“Only if the price drops and designers can bear the normally-on characteristic,” came the repost from the makers of the silicon super-junction mosfets and silicon IGBTs that currently dominate these markets.
“First-generation GaN on-resistance is substantially better than super-junction is now, and GaN should be able to come down one or two orders of magnitude,” Dr Mike Briere, CTO at International Rectifier, told Electronics Weekly – adding that GaN devices are far faster, which can be used to reduce switching energy loss.
IR was early into GaN power transistor research.
Briere has figures from two 400kHz 200W (300V in to 30V out) quasi-resonant ‘LLC’ converters, one using GaN and one using Si power devices.
“The GaN one was 3% better at 200W and 17% better at 20W,” he said. “In applications which are at 10% load most of the time, this is meaningful.”
microGaN is a German GaN transistor start-up.
“GaN makes for a fast switching device. You can go to several hundred kHz and there is no tail current. Dynamic loss is one tenth compared with silicon,” said microGaN business development manger Dr Ertugrul Sonmez.
The firm has an R&D line making transistors, and intends to have a pilot line in the next year.
“Right now, we are supplying project partners with devices,” added microGaN production director Dr Ulrich Heinle.
GaN Systems is another GaN power transistor start-up, this time from Canada.
“We are sampling key development partners now, and have thermal and electrical models,” said CEO Girvan Patterson. “We have done a lot of work at 600V, and at 1,200V we are probably nibbling at the IGBT market.”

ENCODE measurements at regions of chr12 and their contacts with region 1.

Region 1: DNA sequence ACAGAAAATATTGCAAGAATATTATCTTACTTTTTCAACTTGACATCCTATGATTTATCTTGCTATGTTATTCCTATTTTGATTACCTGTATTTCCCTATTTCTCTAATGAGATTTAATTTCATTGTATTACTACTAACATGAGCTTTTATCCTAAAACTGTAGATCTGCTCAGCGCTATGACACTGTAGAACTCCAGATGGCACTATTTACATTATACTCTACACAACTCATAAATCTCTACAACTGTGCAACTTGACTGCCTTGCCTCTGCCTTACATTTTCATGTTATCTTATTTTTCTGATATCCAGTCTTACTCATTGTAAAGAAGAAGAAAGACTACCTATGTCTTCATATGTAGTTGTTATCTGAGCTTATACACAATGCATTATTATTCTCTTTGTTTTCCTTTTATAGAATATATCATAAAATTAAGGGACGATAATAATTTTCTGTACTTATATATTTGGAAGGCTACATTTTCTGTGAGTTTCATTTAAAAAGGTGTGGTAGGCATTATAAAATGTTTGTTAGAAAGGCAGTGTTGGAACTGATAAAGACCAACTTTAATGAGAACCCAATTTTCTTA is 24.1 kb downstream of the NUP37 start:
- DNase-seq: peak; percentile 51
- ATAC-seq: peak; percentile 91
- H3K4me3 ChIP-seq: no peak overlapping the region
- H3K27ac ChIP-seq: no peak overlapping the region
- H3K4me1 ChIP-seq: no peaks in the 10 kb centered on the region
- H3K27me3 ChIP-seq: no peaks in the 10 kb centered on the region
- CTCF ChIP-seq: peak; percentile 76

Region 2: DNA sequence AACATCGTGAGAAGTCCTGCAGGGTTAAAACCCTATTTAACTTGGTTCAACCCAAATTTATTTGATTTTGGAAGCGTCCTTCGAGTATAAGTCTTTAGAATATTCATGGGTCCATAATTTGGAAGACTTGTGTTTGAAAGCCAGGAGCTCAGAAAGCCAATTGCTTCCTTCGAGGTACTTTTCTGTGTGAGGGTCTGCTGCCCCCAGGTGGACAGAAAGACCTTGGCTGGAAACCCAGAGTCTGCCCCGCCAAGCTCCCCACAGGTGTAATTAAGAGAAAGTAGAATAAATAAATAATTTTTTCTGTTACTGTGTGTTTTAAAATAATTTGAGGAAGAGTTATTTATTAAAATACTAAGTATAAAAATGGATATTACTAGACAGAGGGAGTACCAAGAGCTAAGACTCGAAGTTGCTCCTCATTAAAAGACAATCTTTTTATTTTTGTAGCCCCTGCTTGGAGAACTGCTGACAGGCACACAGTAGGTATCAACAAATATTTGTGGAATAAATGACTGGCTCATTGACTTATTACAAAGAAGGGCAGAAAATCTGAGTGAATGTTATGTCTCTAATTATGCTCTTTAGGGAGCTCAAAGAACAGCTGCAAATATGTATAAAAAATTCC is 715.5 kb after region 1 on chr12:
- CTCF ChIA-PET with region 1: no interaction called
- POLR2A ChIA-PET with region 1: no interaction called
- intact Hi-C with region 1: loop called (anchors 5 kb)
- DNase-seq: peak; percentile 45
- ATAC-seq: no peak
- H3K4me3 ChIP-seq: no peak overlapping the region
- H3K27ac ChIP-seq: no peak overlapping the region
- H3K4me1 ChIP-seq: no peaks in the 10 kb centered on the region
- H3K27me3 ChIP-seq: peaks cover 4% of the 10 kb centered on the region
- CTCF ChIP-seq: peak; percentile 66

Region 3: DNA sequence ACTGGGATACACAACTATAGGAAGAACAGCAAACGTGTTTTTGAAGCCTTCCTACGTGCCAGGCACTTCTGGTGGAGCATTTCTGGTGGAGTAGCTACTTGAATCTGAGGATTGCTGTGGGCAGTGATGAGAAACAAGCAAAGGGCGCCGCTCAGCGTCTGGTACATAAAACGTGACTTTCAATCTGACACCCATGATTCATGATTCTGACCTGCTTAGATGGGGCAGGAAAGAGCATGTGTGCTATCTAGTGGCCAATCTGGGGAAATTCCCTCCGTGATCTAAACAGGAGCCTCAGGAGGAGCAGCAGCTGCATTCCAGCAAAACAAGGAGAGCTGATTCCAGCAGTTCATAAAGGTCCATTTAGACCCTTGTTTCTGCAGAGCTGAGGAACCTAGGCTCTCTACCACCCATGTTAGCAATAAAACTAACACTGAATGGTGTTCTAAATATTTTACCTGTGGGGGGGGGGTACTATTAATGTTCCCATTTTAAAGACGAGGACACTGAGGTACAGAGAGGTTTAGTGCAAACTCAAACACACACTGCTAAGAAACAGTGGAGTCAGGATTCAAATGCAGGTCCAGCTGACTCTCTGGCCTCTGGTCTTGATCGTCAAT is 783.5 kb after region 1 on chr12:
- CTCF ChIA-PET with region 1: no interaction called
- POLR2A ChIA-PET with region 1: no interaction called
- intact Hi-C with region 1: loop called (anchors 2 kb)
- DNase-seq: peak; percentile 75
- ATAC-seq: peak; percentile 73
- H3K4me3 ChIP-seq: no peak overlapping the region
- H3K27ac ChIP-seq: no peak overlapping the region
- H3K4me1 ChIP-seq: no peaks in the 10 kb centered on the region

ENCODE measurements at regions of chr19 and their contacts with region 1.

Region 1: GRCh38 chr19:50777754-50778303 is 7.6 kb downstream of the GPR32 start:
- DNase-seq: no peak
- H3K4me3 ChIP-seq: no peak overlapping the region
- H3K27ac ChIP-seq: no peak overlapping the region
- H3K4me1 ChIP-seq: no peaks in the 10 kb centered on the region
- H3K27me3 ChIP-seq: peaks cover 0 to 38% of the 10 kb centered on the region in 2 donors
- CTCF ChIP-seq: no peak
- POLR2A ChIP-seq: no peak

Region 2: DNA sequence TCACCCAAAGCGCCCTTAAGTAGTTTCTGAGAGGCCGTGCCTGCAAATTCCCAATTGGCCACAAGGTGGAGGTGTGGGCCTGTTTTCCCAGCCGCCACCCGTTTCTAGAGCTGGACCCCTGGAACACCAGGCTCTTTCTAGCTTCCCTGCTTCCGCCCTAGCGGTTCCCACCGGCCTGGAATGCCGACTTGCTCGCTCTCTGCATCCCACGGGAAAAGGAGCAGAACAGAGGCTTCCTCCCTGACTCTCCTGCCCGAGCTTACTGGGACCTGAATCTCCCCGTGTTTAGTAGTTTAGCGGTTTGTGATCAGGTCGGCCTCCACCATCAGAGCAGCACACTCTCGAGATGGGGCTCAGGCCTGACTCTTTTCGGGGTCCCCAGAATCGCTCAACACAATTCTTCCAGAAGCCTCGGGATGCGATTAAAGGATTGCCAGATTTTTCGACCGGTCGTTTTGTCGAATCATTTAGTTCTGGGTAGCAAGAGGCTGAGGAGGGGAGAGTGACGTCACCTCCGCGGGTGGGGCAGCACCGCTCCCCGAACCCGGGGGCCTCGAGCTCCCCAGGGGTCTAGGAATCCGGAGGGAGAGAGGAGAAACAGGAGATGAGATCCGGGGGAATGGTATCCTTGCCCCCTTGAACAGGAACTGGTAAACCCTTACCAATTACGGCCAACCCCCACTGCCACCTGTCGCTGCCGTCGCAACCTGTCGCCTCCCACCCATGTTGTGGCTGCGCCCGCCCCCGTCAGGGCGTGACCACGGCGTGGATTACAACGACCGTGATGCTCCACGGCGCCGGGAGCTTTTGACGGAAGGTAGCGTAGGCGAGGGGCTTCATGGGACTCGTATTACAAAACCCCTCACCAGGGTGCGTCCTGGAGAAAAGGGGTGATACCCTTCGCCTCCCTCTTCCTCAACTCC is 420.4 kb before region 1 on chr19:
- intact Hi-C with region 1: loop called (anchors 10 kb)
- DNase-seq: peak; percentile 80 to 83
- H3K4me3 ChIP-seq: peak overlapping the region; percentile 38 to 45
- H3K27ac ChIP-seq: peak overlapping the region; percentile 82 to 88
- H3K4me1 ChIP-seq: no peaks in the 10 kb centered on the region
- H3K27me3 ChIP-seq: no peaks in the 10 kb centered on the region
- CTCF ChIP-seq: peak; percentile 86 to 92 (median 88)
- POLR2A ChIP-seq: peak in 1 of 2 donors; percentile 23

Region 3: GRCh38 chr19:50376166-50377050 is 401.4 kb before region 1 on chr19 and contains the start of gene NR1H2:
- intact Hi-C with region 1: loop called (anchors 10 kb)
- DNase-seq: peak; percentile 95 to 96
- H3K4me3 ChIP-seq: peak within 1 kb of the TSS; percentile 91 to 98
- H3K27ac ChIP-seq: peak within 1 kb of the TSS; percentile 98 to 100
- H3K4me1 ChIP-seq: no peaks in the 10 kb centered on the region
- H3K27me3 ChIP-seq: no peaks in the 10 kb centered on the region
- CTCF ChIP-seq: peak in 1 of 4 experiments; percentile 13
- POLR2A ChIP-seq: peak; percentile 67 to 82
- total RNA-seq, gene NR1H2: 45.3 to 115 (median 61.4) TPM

Firm’s with experience in GaN RF transistors, including RFMD, are also showing interest in making GaN transistors for PSUs.
All the performance in the world would remain academic if GaN still had to be grown on expensive exotic wafers, but now GaN epi-layers can be grown on silicon wafers.
IR’s GaN transistors are made on an in-house GaN-on-Si process, and companies including EpiGaN and Azzurro Semiconductors are setting up to become independent GaN-on-Si wafer suppliers.
Having spun-out from Belgian research lab IMEC, “we are now shipping wafers from our own reactors in our own clean room”, said EpiGaN CTO Dr Joff Derluyn. “We are receiving orders continuously. All our customers are in R&D, and there are some indications that customers are moving to production, but it is difficult to say when.”
For various reasons, effective GaN power transistors have to be depletion-mode (normally-on) ‘high electron mobility transistors’ (HEMTs).
Normally-on devices need an inconvenient negative gate drive to turn them off, and do not fail-safe when control power fails.
Connecting the GaN HEMT in cascode with a low-voltage silicon mosfet is a simple way to make a normally-off three terminal device that retains much of the GaN benefit while accepting mosfet drive voltages.
Preserving as much GaN dynamic performance as possible requires careful selection of the mosfet, and controlled local parasitics.
IR, with its extended experience in both GaN HEMTs and Si mosfets, is
though to be developing co-packaged cascode pairs to ease acceptance amongst designers.
Although, “I think, in the end, people will direct drive the GaN depletion-mode devices directly”, said IR’s Briere.